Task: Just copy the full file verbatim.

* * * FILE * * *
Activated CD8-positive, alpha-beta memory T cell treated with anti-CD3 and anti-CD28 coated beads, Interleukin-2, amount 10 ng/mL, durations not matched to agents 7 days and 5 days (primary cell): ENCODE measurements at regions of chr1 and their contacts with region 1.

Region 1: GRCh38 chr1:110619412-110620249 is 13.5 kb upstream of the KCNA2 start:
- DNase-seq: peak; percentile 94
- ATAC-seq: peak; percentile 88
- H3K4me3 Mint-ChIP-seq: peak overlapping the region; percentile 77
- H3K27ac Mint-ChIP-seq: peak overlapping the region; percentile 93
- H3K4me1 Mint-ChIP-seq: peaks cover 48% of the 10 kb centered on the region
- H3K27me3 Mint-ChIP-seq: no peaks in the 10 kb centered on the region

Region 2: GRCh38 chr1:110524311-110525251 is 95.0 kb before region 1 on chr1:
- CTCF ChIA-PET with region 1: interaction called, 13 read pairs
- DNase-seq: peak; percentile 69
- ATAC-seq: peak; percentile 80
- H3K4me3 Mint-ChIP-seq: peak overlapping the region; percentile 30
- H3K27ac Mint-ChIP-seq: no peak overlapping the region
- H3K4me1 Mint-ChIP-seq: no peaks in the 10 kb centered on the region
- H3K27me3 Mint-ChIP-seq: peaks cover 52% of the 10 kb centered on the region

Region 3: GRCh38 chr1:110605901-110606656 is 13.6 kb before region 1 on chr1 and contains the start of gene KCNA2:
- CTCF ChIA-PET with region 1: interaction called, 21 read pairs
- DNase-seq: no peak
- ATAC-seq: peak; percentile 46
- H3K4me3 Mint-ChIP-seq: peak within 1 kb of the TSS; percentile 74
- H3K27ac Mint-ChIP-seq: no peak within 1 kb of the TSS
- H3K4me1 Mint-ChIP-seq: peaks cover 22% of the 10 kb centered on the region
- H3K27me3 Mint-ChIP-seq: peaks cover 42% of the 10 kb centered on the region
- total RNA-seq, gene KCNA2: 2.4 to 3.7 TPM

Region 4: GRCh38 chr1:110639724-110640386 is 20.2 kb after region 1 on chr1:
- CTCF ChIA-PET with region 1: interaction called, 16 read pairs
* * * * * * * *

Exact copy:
Activated CD8-positive, alpha-beta memory T cell treated with anti-CD3 and anti-CD28 coated beads, Interleukin-2, amount 10 ng/mL, durations not matched to agents 7 days and 5 days (primary cell): ENCODE measurements at regions of chr1 and their contacts with region 1.

Region 1: GRCh38 chr1:110619412-110620249 is 13.5 kb upstream of the KCNA2 start:
- DNase-seq: peak; percentile 94
- ATAC-seq: peak; percentile 88
- H3K4me3 Mint-ChIP-seq: peak overlapping the region; percentile 77
- H3K27ac Mint-ChIP-seq: peak overlapping the region; percentile 93
- H3K4me1 Mint-ChIP-seq: peaks cover 48% of the 10 kb centered on the region
- H3K27me3 Mint-ChIP-seq: no peaks in the 10 kb centered on the region

Region 2: GRCh38 chr1:110524311-110525251 is 95.0 kb before region 1 on chr1:
- CTCF ChIA-PET with region 1: interaction called, 13 read pairs
- DNase-seq: peak; percentile 69
- ATAC-seq: peak; percentile 80
- H3K4me3 Mint-ChIP-seq: peak overlapping the region; percentile 30
- H3K27ac Mint-ChIP-seq: no peak overlapping the region
- H3K4me1 Mint-ChIP-seq: no peaks in the 10 kb centered on the region
- H3K27me3 Mint-ChIP-seq: peaks cover 52% of the 10 kb centered on the region

Region 3: GRCh38 chr1:110605901-110606656 is 13.6 kb before region 1 on chr1 and contains the start of gene KCNA2:
- CTCF ChIA-PET with region 1: interaction called, 21 read pairs
- DNase-seq: no peak
- ATAC-seq: peak; percentile 46
- H3K4me3 Mint-ChIP-seq: peak within 1 kb of the TSS; percentile 74
- H3K27ac Mint-ChIP-seq: no peak within 1 kb of the TSS
- H3K4me1 Mint-ChIP-seq: peaks cover 22% of the 10 kb centered on the region
- H3K27me3 Mint-ChIP-seq: peaks cover 42% of the 10 kb centered on the region
- total RNA-seq, gene KCNA2: 2.4 to 3.7 TPM

Region 4: GRCh38 chr1:110639724-110640386 is 20.2 kb after region 1 on chr1:
- CTCF ChIA-PET with region 1: interaction called, 16 read pairs